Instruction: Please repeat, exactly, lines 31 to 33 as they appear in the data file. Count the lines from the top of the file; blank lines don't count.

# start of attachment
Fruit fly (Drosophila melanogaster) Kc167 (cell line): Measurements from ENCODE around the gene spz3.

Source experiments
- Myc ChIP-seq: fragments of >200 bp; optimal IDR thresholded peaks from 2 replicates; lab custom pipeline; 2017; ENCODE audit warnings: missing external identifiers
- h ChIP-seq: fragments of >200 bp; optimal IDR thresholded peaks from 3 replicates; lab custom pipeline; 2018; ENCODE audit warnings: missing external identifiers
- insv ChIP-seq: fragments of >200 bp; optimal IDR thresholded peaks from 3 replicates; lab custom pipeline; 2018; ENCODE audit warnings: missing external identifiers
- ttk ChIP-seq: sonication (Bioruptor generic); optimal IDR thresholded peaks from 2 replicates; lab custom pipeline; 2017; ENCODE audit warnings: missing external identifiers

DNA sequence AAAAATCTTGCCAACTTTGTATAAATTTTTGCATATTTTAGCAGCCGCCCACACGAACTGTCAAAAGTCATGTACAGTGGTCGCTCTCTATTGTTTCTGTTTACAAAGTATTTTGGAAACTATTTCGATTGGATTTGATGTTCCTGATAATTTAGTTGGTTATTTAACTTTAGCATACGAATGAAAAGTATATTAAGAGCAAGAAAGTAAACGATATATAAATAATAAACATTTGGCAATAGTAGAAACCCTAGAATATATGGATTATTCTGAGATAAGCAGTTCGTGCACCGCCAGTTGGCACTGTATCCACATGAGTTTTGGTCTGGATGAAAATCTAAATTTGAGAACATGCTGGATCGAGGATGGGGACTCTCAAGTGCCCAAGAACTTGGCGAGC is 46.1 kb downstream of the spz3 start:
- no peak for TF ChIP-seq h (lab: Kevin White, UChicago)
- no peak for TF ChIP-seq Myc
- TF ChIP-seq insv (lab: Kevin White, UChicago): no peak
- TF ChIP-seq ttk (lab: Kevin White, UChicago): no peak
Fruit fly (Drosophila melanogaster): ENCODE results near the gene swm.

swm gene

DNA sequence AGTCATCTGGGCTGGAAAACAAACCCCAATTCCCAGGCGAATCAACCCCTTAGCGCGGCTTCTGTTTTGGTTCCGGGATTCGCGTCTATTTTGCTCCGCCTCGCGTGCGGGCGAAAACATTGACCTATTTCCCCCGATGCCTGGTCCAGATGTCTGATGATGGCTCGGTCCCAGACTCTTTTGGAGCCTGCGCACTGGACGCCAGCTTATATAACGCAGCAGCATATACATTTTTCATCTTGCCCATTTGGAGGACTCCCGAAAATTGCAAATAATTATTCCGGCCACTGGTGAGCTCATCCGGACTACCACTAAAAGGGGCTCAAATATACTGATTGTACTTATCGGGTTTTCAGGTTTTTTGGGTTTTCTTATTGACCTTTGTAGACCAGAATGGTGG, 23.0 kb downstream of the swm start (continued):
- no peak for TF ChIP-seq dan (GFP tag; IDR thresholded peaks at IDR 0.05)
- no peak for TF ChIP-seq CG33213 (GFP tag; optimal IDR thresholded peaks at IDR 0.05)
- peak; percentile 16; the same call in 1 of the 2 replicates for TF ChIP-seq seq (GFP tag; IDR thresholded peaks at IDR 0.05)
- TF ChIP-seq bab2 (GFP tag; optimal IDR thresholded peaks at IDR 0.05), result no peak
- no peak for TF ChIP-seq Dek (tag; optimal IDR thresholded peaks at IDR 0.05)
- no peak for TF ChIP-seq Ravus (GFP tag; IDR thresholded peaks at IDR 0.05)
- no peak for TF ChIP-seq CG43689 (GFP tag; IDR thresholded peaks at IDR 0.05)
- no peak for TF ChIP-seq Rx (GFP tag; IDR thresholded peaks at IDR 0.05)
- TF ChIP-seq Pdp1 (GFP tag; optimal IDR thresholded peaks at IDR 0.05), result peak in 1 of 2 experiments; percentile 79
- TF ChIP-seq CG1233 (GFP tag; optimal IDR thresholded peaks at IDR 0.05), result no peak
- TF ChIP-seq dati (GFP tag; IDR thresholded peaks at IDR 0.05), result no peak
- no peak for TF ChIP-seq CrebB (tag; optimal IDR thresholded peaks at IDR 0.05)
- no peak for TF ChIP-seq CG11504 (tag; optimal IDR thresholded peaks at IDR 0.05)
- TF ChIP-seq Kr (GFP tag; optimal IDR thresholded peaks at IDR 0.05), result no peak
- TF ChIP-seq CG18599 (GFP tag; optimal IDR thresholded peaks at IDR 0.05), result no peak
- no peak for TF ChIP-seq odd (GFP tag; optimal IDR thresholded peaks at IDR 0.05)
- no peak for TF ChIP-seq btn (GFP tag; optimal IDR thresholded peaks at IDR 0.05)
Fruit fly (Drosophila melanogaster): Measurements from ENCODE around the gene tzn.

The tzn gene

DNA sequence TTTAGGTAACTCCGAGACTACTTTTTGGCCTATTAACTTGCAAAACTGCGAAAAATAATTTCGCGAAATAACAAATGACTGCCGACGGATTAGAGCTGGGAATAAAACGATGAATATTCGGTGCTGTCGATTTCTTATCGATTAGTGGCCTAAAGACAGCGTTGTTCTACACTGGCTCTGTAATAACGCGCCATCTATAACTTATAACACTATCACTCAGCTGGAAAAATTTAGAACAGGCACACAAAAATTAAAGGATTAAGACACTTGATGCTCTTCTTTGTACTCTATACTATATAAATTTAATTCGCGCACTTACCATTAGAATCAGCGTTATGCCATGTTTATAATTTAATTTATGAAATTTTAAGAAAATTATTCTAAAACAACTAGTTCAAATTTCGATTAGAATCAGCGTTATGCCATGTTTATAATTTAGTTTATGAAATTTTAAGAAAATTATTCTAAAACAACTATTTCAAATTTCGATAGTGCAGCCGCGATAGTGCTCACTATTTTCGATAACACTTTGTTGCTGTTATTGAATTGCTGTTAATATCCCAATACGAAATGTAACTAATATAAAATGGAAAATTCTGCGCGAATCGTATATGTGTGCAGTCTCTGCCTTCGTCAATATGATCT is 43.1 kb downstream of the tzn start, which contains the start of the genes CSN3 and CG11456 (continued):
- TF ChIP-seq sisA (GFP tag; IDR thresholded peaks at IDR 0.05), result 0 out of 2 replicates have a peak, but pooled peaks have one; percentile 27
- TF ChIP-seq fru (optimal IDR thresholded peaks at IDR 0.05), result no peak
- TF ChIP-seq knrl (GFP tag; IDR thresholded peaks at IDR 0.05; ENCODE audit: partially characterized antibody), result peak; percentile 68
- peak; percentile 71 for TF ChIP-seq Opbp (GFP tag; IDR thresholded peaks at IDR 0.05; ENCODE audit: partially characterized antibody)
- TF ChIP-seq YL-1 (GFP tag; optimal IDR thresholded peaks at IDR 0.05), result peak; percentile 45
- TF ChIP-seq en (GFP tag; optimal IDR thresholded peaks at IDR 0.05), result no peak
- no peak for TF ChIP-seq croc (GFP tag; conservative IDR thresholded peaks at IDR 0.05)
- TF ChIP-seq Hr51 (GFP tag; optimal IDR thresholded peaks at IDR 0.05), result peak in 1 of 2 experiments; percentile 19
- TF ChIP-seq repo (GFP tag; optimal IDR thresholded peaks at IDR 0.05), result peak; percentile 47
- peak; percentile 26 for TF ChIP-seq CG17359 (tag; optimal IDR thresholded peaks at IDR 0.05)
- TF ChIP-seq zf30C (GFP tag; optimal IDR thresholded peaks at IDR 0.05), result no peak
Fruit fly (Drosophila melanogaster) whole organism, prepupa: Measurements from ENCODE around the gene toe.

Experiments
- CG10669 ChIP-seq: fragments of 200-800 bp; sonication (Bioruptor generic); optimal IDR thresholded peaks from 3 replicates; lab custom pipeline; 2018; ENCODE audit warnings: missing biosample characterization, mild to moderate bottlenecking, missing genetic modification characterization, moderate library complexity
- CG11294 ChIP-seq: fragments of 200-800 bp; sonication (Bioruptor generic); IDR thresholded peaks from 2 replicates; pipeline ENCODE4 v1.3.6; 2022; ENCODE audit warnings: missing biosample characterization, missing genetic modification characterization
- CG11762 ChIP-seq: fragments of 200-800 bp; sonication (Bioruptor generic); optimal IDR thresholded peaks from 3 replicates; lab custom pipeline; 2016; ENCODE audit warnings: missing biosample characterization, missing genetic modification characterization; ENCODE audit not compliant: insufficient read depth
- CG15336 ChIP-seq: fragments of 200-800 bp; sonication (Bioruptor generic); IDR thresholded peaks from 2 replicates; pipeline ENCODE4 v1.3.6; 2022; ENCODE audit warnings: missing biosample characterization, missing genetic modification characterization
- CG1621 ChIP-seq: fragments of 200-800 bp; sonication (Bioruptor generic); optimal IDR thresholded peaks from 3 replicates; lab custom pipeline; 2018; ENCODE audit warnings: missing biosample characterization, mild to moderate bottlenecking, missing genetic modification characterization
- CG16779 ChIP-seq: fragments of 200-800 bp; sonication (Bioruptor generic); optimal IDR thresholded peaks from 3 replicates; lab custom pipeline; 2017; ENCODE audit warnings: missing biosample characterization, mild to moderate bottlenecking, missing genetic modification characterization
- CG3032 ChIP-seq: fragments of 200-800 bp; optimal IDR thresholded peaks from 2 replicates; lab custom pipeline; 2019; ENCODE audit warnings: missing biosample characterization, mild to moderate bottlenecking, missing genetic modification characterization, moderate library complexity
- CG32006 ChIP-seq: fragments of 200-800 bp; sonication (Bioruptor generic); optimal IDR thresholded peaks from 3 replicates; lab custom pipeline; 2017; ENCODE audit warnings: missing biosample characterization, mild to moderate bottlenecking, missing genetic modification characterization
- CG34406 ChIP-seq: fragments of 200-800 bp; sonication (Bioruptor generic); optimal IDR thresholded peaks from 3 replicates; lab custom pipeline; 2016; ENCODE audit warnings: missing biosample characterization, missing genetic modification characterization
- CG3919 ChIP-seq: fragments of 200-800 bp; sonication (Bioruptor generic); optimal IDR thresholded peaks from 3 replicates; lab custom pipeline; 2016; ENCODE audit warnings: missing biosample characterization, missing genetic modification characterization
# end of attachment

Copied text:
- no peak for TF ChIP-seq btn (GFP tag; optimal IDR thresholded peaks at IDR 0.05)
Fruit fly (Drosophila melanogaster): Measurements from ENCODE around the gene tzn.

The tzn gene